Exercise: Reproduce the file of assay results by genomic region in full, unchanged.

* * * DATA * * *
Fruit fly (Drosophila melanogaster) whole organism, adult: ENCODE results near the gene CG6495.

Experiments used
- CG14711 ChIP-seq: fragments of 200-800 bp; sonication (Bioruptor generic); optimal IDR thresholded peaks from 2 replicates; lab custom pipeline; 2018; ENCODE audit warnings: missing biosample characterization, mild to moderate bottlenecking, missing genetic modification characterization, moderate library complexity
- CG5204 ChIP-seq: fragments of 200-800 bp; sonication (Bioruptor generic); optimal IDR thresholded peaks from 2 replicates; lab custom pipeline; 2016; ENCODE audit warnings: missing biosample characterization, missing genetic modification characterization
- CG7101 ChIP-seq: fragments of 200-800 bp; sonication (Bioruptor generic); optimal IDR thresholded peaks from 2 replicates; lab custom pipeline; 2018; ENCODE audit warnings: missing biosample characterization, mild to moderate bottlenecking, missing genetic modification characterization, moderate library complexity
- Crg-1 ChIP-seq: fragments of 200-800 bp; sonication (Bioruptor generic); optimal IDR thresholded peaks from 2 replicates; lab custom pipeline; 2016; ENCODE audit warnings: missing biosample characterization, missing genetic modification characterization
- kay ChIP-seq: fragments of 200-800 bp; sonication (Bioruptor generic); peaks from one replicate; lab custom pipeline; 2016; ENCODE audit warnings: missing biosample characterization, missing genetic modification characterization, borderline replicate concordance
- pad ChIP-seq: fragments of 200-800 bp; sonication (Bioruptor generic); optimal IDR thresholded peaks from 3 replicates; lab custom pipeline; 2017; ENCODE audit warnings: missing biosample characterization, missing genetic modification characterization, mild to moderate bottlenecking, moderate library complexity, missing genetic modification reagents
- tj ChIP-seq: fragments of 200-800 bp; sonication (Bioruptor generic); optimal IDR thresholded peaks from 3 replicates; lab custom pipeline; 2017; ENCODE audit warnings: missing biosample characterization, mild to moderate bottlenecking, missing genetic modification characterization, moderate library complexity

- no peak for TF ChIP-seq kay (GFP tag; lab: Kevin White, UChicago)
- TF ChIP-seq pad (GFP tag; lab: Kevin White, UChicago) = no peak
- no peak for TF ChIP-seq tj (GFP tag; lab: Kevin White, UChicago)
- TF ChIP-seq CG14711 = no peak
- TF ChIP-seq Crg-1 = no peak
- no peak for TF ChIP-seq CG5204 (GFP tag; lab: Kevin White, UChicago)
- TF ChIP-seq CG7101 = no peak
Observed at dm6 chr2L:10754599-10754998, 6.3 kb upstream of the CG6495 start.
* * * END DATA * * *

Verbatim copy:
Fruit fly (Drosophila melanogaster) whole organism, adult: ENCODE results near the gene CG6495.

Experiments used
- CG14711 ChIP-seq: fragments of 200-800 bp; sonication (Bioruptor generic); optimal IDR thresholded peaks from 2 replicates; lab custom pipeline; 2018; ENCODE audit warnings: missing biosample characterization, mild to moderate bottlenecking, missing genetic modification characterization, moderate library complexity
- CG5204 ChIP-seq: fragments of 200-800 bp; sonication (Bioruptor generic); optimal IDR thresholded peaks from 2 replicates; lab custom pipeline; 2016; ENCODE audit warnings: missing biosample characterization, missing genetic modification characterization
- CG7101 ChIP-seq: fragments of 200-800 bp; sonication (Bioruptor generic); optimal IDR thresholded peaks from 2 replicates; lab custom pipeline; 2018; ENCODE audit warnings: missing biosample characterization, mild to moderate bottlenecking, missing genetic modification characterization, moderate library complexity
- Crg-1 ChIP-seq: fragments of 200-800 bp; sonication (Bioruptor generic); optimal IDR thresholded peaks from 2 replicates; lab custom pipeline; 2016; ENCODE audit warnings: missing biosample characterization, missing genetic modification characterization
- kay ChIP-seq: fragments of 200-800 bp; sonication (Bioruptor generic); peaks from one replicate; lab custom pipeline; 2016; ENCODE audit warnings: missing biosample characterization, missing genetic modification characterization, borderline replicate concordance
- pad ChIP-seq: fragments of 200-800 bp; sonication (Bioruptor generic); optimal IDR thresholded peaks from 3 replicates; lab custom pipeline; 2017; ENCODE audit warnings: missing biosample characterization, missing genetic modification characterization, mild to moderate bottlenecking, moderate library complexity, missing genetic modification reagents
- tj ChIP-seq: fragments of 200-800 bp; sonication (Bioruptor generic); optimal IDR thresholded peaks from 3 replicates; lab custom pipeline; 2017; ENCODE audit warnings: missing biosample characterization, mild to moderate bottlenecking, missing genetic modification characterization, moderate library complexity

- no peak for TF ChIP-seq kay (GFP tag; lab: Kevin White, UChicago)
- TF ChIP-seq pad (GFP tag; lab: Kevin White, UChicago) = no peak
- no peak for TF ChIP-seq tj (GFP tag; lab: Kevin White, UChicago)
- TF ChIP-seq CG14711 = no peak
- TF ChIP-seq Crg-1 = no peak
- no peak for TF ChIP-seq CG5204 (GFP tag; lab: Kevin White, UChicago)
- TF ChIP-seq CG7101 = no peak
Observed at dm6 chr2L:10754599-10754998, 6.3 kb upstream of the CG6495 start.